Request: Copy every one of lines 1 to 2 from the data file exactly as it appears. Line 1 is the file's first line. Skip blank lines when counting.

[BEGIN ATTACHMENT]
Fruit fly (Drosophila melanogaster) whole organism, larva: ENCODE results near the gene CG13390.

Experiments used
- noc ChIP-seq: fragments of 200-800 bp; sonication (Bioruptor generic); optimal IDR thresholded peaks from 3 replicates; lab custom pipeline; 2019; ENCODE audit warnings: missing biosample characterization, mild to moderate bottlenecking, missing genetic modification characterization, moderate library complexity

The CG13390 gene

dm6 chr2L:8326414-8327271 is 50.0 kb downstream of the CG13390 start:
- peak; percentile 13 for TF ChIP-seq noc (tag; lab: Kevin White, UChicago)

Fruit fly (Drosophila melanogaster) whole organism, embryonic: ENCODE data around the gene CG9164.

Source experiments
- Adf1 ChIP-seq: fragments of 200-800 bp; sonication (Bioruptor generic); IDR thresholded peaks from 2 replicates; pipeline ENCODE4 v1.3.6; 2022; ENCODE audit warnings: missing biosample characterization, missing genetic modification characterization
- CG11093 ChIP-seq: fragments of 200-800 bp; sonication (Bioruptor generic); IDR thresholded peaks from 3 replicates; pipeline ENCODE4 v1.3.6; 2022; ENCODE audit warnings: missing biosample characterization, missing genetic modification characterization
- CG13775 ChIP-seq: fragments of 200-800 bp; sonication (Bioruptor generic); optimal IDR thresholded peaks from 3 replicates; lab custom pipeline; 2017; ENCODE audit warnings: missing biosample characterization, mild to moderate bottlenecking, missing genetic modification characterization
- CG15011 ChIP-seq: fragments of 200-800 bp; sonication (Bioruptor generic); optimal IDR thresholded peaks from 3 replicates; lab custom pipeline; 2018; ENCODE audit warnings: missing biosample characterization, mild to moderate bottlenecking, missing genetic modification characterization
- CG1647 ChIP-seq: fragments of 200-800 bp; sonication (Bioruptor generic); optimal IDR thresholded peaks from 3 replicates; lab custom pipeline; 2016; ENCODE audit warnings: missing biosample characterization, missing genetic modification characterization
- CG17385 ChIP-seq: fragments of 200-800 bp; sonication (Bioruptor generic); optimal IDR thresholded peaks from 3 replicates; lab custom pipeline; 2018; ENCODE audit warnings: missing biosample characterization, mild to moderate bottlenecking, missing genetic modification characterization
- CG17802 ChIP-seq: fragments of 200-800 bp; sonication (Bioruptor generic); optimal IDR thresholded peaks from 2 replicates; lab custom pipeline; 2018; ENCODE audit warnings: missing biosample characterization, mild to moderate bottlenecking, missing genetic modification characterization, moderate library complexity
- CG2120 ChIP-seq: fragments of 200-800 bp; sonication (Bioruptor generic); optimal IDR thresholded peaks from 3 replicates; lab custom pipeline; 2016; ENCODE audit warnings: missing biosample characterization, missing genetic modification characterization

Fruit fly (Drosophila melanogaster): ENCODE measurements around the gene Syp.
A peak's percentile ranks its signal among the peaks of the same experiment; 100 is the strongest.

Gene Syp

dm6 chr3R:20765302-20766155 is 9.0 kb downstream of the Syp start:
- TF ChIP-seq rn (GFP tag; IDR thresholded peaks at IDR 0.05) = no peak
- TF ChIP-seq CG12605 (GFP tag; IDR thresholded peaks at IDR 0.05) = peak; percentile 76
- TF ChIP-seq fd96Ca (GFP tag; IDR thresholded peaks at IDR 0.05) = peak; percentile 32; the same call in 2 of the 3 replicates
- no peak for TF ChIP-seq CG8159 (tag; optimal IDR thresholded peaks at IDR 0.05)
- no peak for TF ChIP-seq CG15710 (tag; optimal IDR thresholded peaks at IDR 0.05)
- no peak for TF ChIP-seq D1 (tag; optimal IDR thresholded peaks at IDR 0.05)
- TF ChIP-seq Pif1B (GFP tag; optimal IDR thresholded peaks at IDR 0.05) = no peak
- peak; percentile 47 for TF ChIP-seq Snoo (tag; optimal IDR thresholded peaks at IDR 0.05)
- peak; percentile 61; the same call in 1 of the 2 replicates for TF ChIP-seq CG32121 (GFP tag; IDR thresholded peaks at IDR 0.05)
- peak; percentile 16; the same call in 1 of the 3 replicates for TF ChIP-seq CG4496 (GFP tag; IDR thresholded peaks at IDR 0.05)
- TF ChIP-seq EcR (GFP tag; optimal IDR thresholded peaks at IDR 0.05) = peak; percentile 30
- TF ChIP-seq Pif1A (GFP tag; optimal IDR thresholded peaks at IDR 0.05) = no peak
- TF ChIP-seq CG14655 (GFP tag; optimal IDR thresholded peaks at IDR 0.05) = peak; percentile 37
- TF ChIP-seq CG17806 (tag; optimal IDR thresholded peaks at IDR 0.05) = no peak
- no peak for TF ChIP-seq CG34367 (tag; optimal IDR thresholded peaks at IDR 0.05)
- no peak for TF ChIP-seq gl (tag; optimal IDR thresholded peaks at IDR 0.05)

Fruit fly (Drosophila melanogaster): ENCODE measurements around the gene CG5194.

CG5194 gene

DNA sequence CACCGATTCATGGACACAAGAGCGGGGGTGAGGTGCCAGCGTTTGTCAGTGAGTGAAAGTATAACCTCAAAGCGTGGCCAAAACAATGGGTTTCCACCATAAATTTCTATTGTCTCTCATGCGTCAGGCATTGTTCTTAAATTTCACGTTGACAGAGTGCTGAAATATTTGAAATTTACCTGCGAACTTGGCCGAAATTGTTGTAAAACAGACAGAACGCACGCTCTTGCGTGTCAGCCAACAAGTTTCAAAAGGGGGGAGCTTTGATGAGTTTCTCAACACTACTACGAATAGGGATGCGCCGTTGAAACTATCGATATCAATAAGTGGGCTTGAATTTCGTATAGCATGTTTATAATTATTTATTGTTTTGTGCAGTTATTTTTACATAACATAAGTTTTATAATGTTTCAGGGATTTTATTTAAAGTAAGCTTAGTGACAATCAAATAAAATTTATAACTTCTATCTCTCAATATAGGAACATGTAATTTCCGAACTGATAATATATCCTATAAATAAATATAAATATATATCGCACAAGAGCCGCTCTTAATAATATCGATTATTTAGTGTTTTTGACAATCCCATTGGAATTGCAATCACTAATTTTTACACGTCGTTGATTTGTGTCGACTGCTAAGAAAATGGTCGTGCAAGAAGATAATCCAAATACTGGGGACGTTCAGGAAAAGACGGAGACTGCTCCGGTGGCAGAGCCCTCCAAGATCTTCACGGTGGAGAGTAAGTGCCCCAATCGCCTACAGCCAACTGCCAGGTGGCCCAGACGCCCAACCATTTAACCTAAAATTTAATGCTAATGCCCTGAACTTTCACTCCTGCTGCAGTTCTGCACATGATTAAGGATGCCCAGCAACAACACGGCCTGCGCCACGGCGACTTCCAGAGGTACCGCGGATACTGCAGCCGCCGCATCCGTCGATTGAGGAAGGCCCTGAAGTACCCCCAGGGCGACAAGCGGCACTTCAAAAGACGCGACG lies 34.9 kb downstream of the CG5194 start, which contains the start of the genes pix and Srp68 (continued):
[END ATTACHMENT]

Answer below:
Fruit fly (Drosophila melanogaster) whole organism, larva: ENCODE results near the gene CG13390.

Experiments used